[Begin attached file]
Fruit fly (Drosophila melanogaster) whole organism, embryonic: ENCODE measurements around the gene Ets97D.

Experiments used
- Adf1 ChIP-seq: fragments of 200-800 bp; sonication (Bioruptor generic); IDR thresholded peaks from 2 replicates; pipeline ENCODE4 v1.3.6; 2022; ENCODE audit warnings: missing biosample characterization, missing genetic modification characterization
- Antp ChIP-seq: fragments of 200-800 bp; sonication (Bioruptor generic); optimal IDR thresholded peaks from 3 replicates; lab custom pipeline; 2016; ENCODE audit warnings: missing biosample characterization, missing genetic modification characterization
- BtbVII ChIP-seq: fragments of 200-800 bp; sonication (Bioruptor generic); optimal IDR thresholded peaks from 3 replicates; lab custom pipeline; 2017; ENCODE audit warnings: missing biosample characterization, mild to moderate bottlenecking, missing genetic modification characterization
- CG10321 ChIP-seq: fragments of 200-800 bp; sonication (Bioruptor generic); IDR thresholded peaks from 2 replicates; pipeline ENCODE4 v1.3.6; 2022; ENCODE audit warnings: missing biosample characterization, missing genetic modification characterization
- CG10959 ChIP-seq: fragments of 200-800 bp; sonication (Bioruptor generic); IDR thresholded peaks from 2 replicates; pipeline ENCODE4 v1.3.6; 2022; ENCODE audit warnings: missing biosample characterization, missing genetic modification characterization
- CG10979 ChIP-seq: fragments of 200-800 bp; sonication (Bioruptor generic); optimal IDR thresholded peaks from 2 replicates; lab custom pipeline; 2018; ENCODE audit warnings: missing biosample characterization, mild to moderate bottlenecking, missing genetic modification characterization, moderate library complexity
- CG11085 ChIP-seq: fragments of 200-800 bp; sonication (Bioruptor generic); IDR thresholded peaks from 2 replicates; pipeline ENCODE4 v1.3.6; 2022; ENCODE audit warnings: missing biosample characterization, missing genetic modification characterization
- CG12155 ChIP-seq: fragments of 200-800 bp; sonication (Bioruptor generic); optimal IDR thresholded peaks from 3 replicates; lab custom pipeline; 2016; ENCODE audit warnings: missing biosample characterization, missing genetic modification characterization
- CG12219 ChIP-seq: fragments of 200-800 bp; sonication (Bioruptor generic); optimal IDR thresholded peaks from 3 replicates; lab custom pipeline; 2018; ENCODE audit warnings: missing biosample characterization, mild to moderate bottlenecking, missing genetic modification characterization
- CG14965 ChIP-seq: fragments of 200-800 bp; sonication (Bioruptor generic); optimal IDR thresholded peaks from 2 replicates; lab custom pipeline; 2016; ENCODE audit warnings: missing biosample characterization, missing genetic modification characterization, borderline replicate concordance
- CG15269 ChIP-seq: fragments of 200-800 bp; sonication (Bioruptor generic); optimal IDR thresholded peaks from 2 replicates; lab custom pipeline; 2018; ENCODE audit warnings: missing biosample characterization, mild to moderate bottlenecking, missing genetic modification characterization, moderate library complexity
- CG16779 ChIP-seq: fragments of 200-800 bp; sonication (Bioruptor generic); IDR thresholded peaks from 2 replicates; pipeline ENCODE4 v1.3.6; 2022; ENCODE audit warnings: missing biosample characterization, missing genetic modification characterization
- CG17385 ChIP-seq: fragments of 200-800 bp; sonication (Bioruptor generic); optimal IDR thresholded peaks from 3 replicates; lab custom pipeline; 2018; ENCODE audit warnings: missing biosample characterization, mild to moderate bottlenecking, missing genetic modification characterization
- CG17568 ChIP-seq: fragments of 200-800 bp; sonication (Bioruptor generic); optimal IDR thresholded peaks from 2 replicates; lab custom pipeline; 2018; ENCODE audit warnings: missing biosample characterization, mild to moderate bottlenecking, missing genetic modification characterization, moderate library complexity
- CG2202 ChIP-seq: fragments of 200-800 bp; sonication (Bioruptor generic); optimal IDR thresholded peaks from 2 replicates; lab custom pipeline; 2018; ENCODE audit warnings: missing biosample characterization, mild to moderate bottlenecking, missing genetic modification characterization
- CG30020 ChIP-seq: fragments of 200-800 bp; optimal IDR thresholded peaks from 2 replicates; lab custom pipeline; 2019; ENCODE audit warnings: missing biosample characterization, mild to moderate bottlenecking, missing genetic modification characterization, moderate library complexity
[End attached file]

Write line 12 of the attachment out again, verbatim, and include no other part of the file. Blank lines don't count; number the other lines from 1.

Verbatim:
- CG14965 ChIP-seq: fragments of 200-800 bp; sonication (Bioruptor generic); optimal IDR thresholded peaks from 2 replicates; lab custom pipeline; 2016; ENCODE audit warnings: missing biosample characterization, missing genetic modification characterization, borderline replicate concordance